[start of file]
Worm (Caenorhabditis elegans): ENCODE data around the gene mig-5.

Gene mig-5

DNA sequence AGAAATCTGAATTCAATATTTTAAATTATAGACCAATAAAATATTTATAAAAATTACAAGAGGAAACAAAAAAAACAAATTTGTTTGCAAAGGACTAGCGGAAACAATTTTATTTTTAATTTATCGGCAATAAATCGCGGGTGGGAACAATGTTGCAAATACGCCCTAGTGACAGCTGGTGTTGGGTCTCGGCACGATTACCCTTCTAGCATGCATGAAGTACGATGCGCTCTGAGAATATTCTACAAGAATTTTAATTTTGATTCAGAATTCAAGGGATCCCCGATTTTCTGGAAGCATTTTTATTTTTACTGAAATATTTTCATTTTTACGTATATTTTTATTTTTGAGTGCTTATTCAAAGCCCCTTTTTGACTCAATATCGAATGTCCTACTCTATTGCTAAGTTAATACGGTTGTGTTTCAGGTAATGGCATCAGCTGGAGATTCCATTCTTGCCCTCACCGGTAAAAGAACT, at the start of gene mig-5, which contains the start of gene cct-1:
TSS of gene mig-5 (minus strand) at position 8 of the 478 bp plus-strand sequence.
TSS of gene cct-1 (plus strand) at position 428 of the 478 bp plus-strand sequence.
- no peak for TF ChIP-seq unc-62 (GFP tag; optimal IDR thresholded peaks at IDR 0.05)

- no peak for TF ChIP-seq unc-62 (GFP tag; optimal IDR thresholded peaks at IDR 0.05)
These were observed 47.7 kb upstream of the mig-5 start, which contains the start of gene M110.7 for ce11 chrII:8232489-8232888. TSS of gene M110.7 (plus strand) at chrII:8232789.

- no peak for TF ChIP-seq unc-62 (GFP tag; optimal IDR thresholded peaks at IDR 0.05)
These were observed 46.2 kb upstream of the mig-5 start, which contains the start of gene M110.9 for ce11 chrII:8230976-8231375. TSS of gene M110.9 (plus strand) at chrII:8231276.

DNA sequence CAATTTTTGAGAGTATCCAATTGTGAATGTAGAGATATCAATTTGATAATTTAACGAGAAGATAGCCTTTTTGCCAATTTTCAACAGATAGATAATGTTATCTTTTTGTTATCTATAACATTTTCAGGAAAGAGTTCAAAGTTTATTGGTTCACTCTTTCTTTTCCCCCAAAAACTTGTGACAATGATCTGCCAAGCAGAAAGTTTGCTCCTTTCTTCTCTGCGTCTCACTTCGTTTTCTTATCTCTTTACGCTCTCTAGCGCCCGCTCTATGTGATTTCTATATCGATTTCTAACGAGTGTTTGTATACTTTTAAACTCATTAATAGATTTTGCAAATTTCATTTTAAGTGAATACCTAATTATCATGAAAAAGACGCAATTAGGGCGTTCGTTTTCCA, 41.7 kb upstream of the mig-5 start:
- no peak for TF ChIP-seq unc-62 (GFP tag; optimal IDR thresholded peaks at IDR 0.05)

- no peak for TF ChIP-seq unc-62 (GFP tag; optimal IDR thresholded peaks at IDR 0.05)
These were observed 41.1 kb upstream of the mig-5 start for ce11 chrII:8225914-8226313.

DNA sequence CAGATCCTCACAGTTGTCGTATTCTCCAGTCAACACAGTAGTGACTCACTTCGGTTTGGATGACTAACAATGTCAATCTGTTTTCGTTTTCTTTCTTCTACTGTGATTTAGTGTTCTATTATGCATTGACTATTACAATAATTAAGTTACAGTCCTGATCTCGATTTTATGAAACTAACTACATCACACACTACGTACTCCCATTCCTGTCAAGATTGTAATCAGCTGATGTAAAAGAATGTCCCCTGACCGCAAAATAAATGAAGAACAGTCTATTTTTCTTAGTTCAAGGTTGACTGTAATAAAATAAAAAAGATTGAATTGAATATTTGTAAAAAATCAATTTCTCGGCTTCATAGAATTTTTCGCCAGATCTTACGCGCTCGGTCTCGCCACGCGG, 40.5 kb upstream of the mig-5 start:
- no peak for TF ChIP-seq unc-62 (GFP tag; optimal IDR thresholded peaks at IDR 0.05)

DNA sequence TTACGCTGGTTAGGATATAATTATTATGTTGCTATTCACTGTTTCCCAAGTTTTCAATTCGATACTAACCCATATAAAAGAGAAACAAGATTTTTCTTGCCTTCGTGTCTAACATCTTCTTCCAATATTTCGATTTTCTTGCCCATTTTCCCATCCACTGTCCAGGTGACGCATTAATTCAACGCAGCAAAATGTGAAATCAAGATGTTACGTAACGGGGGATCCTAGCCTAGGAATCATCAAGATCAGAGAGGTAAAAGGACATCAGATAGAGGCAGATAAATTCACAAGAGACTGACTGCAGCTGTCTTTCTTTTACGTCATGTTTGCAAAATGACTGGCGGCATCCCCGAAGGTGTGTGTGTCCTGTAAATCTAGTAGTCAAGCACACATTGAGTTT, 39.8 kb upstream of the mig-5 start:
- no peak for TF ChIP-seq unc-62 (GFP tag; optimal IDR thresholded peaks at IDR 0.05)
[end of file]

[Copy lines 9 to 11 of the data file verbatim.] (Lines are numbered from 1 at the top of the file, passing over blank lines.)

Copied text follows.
- no peak for TF ChIP-seq unc-62 (GFP tag; optimal IDR thresholded peaks at IDR 0.05)
These were observed 46.2 kb upstream of the mig-5 start, which contains the start of gene M110.9 for ce11 chrII:8230976-8231375. TSS of gene M110.9 (plus strand) at chrII:8231276.

DNA sequence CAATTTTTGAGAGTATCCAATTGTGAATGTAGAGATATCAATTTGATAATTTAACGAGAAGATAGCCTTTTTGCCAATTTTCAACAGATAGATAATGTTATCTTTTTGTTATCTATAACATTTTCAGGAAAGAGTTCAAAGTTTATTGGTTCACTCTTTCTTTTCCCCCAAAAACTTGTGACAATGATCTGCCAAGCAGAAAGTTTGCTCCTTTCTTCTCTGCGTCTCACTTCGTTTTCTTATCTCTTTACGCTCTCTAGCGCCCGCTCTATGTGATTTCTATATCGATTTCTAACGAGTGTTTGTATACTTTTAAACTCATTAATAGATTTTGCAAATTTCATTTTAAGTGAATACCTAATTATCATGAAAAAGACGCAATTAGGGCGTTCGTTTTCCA, 41.7 kb upstream of the mig-5 start: